Thursday, September 14, 2017


Last night I saw It, starring Jaeden Lieberher and Sophia Lillis.

Based on the famous Stephen King novel, It certainly delivers on its promise of shivers and scares.

When we first meet the residents of Derry, Maine, it's because we're watching a sick Bill (Lieberher) finish making a paper boat for his younger brother Georgie (Jackson Robert Scott) to float out in the rainstorm. He can't go out in the storm to supervise because of his illness and mom is busy playing the piano.

Once ready to set sail, Georgie takes the boat outside and giggles happily along the street as he communicates via Walkie Talkie with Bill, who is watching out his bedroom window. Of course, before long, Georgie veers out of view and the boat sails right into the sewer. Worried that his brother will be angry with him, Georgie attempts to retrieve it and is met by a "friendly" clown, Pennywise (Bill Skarsgard), who offers to hand it back to him.

We know where this is going before it happens, but it's still jarring to see the young boy snatched up by this menacing monster. The story continues as other kids disappear, and one of the new students in town does historical research on the town. He discovers that awful things have been happening every 27 years.

The group of Bill's friends, made up of kids who consider themselves "losers" because they are bullied, teased, abused, etc. bands together to confront the evil—and in the process face their own demons.

There are many opportunities for the film to go cheesy, but it really never does. Skarsgard's Pennywise is angry and creepy, but not the least bit campy. The other manifestations a la Stay Puft Marshmallow Man, such as a painting that comes to life, are even more disturbing.

What's great about the film is the heart of the kids we get to know and the faithful nod to the era of Walkmans and Rubik's Cubes.

If you can stand the occasional gore and potential nightmares, nothing should stop you from seeing It.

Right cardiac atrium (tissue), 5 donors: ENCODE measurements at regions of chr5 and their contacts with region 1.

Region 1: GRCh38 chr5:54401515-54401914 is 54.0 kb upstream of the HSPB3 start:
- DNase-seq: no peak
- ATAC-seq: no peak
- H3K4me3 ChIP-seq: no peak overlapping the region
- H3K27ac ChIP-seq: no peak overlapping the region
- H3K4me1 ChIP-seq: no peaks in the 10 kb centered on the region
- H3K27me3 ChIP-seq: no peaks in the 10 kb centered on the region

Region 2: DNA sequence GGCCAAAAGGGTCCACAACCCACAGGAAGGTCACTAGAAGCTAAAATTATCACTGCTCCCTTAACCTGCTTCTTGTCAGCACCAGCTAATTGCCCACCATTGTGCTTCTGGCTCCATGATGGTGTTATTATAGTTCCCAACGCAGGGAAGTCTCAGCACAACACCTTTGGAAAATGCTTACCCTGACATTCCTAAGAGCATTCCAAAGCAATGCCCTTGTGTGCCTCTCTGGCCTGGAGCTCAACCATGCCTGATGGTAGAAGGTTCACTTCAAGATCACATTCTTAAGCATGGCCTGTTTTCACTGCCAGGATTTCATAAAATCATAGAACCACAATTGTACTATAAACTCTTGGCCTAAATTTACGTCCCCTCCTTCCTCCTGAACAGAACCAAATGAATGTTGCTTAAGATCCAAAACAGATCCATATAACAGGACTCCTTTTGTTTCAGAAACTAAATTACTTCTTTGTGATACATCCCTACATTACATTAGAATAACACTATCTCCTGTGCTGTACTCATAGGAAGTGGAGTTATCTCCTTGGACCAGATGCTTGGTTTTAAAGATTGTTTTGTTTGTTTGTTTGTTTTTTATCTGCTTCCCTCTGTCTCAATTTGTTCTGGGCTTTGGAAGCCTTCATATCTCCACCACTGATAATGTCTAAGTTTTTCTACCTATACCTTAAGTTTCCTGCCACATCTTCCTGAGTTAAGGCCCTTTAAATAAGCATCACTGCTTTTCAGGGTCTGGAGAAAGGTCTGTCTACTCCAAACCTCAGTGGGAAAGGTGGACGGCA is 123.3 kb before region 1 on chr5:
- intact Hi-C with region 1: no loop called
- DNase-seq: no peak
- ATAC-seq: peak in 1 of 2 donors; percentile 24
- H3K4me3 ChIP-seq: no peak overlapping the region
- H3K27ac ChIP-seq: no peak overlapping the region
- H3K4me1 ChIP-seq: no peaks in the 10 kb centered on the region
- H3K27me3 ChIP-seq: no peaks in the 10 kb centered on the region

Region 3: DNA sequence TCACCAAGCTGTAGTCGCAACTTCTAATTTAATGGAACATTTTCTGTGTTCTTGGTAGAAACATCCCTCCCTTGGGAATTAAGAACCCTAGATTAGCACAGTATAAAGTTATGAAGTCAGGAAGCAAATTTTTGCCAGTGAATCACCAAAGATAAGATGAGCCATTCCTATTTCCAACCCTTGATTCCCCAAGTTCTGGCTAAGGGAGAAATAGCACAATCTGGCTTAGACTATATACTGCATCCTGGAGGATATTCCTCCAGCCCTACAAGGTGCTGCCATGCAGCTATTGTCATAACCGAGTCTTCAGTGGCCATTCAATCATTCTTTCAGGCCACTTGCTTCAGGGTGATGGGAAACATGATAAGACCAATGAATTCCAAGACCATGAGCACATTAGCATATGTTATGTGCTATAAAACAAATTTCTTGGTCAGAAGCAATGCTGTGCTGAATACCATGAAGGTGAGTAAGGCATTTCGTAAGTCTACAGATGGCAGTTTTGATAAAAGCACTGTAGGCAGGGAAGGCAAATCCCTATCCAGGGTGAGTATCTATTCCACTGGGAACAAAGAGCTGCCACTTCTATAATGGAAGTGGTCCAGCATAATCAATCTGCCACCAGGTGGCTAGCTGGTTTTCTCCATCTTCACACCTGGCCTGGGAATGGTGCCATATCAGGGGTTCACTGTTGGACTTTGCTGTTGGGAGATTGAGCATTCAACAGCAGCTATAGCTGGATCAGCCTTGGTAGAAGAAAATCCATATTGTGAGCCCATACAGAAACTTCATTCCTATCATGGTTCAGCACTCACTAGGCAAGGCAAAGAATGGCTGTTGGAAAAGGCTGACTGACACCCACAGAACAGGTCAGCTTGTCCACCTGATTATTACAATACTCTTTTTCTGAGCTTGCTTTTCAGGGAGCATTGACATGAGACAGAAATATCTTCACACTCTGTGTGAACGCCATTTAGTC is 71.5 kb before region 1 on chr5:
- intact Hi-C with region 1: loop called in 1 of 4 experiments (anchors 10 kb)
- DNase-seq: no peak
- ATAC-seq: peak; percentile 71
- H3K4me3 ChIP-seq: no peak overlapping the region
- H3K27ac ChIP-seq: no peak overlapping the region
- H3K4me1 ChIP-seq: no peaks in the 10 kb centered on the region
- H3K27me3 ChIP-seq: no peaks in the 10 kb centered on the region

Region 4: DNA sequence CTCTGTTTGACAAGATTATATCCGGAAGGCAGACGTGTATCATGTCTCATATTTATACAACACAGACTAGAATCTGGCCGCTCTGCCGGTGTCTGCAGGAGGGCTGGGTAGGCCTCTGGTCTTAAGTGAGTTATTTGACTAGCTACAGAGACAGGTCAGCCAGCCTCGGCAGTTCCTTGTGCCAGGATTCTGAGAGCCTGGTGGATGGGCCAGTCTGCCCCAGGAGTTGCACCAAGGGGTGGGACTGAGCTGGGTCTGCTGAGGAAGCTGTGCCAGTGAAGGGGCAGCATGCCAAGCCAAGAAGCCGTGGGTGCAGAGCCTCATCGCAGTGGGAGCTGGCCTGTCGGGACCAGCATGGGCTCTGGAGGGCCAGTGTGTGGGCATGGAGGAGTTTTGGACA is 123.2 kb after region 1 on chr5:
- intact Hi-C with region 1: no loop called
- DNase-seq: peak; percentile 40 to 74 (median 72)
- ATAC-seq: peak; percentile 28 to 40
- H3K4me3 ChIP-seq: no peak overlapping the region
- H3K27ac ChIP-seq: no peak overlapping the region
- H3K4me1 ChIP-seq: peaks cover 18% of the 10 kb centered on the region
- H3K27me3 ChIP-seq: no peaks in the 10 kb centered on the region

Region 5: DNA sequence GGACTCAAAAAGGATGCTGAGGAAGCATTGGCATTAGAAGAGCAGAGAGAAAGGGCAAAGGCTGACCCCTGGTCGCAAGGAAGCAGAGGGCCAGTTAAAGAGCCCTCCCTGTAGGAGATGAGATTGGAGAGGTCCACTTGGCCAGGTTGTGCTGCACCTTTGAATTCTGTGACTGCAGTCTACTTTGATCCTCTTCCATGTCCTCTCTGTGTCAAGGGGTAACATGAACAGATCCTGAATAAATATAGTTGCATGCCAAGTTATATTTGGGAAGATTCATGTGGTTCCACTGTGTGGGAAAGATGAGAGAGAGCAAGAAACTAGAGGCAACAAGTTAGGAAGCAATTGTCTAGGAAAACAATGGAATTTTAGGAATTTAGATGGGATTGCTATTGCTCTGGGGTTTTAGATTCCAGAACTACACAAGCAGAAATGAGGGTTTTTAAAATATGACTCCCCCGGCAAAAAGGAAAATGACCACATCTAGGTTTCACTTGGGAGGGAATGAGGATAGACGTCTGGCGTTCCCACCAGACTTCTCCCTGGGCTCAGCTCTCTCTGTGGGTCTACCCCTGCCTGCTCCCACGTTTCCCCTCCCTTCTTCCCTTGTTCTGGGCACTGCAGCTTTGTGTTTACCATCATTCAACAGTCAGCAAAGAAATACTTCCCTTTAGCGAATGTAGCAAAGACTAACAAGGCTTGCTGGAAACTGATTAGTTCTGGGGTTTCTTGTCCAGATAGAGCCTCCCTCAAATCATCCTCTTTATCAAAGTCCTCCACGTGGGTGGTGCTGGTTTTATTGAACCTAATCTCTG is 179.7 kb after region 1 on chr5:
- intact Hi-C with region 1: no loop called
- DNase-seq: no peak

Sunday, September 10, 2017

Home Again

On Friday I saw Home Again, starring Reese Witherspoon and Pico Alexander.

Alice (Witherspoon) is a single mother, separated from her husband, who is a big-wig in the music industry. To make a fresh start she moves back home to L.A. with her two girls. On a night out with her friends, she meets Harry (Alexander) and two of his friends; all are trying to break into the film business. Her father was a legendary filmmaker. Before long, the three are living in Alice's guesthouse and she and Harry are falling for each other.

Things get complicated when her husband, Austin (Michael Sheen), decides he'd like to reconcile and makes his way to L.A. Alice is torn between starting over and returning to a comfortable familiarity for her kids.

This is a textbook rom-com with a convenient love triangle, which addresses age, commitment and societal norms. That said, it is also thoroughly enjoyable. Predictable, sure—but enjoyable.

Witherspoon is delightful as a genuinely good mom who only wants what's best for her kids, and the supporting players all foster her decision-making by staying true to their personas. The girls who play her daughters, Lola Flanery and Eden Grace Redfield, are also spectacular. They hit just the right notes of confusion and joy as their lives take a topsy-turvy turn.

If you're looking for something deep or dark, this isn't the film for you. But if you want to take a break from our fractured world and breathe for a while, I can safely say you'll be in good hands with this sweet flick.